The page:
Wellington commuters face major disruption this morning with bus drivers walking off the job for 24 hours.
Tramways Union members voted last week to strike after a breakdown in pay negotiations with NZ Bus. About 100 drivers went on strike from 4am.
Tensions went up a notch on Thursday, however, when the company told drivers they would be locked out until they signed up to a collective agreement. The bus firm is owned by Australian company Next Capital.
Tramways Union Wellington secretary Kevin O'Sullivan said while that notice was a shock, the action did not take them totally by surprise.
"Because it's really just the result of 12 months of bad management, really dreadful performance and the whole industry is in a mess to be honest... it has to be sorted out."
The Regional Council (GWRC) and the government needed to step in, O'Sullivan said.
"The ball is in their court, yes."
Unless that happened it was unclear how long the disruption could do on for, he said.
NZ Bus chief operating officer Jay Zmijewski said on Thursday the company had been left with no option but to issue a lockout notice due to the disruption of strike action and the threat of further "surprise attack strikes" by the union.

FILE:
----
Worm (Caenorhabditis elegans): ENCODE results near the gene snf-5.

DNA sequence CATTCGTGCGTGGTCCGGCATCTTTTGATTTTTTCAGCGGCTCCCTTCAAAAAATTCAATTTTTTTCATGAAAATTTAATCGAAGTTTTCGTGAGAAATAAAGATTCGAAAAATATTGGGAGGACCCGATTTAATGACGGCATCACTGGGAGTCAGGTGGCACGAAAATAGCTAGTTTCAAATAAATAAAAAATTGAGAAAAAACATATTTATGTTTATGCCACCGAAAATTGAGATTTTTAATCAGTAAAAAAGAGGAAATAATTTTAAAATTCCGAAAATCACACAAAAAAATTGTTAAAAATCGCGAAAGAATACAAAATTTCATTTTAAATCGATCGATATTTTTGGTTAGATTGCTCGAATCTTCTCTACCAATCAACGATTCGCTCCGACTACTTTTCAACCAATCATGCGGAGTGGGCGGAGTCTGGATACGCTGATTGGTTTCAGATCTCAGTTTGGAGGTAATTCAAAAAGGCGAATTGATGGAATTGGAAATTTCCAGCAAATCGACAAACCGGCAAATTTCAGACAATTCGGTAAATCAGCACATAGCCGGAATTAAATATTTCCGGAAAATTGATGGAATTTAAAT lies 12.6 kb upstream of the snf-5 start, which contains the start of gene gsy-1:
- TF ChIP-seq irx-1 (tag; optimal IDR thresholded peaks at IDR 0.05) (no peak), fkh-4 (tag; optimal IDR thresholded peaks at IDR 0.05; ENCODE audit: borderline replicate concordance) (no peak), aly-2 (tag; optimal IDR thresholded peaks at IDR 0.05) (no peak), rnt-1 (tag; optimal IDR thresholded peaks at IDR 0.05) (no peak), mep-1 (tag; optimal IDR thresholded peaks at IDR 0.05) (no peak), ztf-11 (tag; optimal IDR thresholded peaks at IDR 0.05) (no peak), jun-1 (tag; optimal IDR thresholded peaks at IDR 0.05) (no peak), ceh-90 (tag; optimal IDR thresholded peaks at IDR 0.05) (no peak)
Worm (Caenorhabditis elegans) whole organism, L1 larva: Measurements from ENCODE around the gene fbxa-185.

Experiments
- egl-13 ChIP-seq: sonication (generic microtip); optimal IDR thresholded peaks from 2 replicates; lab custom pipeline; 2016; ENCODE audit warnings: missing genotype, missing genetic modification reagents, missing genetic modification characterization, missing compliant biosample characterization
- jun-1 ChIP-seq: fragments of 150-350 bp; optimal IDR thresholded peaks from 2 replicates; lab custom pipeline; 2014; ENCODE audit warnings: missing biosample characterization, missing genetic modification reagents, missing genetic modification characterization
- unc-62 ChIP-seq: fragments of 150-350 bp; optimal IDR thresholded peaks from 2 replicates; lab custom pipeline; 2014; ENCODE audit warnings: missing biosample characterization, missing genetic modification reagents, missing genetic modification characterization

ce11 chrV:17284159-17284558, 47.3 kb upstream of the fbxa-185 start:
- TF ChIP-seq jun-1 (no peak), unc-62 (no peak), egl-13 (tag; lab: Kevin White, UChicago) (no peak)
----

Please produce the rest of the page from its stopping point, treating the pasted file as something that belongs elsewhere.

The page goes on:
The current offer of pay and conditions above the living wage were the best in the country, but the union had refused to budge after eight months of negotiations, Zmijewski said.
About 30 picketers were outside the Kilbirnie bus depot in Wellington this morning.
The NZ Bus routes affected are: 2, 3 ,21, 22, 12, 12e, 13, 14, 18e, 20, 28, 30x, 31x, 33, 34, 34, 36,37,81, 83, 84, 85x, N2, N3, N8, and N88.
Metlink services run by other operators, including route 1, are scheduled to run as normal.
Metlink expressed disappointment with the decision to deny drivers work unless they accepted the terms of NZ Bus' offer.
General manager Scott Gallacher said he was surprised and concerned by the action. "We are very concerned about the real impact this will have on thousands of passengers who will be left without services."
New Zealand Council of Trade Unions president Richard Wagstaff called the company's lockout decision a direct attack on bus drivers in an attempt to cut pay and conditions of employment.
Such tactics by a corporate had no place in New Zealand society, he said.